More Routes = More Riders - CityLab


Noticing a smaller huddle at the bus stop recently? You’re not crazy. Transit ridership dropped by 2.5 percent from 2016 to 2017, with a downturn in bus passengers leading the hemorrhaging. These declines have been in progress virtually across the board in North America since 2014.

What’s less clear is exactly why we’re all getting off the bus. The price of gas has gone down in recent years, which may be leading more Americans to choose to drive. The economy has improved, which could mean more of us can afford to buy and drive cars. There’s also the rise of ride-hailing services like Uber and Lyft; some studies have shown they’re pulling more-affluent riders off transit at certain times of day.

But the strongest determinant of ridership’s rise and fall may not be the lure of another mode—it’s service cuts on bus and train systems. According to a new study by researchers at McGill University’s department of urban planning, transit agencies are repelling riders by shrinking routes and schedules on buses in particular. “The more service a transit authority provides (measured as the number of kilometers driven annually by public transit vehicles—VRK), the more transit trips it will attract,” the authors wrote in an article summarizing their research, which was presented at the annual meeting of the Transportation Research Board in Washington, D.C., last January.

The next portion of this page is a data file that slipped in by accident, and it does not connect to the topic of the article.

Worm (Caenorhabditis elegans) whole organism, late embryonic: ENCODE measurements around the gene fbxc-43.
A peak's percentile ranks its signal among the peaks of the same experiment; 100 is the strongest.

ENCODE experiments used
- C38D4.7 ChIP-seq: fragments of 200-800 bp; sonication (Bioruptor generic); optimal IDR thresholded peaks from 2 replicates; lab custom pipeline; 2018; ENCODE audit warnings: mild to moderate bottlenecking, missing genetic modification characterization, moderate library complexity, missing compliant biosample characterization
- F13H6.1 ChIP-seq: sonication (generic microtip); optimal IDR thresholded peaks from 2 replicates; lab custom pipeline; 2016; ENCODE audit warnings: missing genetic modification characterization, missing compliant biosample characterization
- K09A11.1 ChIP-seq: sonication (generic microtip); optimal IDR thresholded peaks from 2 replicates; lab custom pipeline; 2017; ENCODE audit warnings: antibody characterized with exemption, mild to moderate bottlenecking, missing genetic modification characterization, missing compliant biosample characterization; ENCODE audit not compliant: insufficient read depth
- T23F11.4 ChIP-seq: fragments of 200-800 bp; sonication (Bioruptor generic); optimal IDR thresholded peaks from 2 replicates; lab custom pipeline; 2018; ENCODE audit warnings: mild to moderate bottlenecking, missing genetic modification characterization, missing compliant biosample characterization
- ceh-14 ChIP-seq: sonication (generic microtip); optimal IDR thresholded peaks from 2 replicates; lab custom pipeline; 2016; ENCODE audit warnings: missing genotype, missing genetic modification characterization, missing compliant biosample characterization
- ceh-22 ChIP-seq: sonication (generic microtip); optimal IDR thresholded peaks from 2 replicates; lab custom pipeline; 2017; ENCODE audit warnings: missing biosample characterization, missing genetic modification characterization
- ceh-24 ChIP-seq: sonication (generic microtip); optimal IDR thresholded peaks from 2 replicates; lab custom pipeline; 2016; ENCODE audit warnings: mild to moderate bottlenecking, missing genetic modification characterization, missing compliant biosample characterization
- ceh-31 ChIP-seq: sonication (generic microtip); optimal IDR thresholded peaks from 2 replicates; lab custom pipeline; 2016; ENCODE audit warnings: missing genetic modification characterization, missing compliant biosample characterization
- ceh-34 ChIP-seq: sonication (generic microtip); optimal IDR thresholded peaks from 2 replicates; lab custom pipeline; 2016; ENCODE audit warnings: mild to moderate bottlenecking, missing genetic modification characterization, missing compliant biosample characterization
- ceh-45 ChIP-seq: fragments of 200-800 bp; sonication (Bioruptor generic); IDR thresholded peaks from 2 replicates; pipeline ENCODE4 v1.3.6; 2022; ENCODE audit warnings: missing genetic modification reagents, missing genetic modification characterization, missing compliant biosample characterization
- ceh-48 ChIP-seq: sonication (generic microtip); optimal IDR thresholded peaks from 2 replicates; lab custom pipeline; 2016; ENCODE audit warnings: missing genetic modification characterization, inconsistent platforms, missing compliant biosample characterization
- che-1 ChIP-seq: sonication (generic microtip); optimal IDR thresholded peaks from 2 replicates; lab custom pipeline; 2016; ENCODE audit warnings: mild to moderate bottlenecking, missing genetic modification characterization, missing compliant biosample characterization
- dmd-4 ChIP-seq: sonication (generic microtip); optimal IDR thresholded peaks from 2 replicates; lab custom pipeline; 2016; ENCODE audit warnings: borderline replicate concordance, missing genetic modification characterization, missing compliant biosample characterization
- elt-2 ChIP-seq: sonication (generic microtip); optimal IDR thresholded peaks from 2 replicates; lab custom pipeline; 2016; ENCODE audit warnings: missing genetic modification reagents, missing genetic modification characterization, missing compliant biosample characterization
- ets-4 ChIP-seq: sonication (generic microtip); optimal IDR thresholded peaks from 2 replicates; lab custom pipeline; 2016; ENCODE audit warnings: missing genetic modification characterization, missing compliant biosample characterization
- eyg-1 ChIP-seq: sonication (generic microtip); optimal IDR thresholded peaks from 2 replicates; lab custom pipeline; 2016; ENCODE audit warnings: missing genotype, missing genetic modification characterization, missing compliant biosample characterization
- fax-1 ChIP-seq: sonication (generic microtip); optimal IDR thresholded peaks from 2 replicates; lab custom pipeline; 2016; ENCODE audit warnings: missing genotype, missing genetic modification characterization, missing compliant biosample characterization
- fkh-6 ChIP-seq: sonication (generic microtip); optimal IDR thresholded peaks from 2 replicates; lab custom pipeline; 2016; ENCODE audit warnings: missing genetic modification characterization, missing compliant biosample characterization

Click here to read the full article: https://www.citylab.com/transportation/2018/06/more-routes-more-riders/561806/

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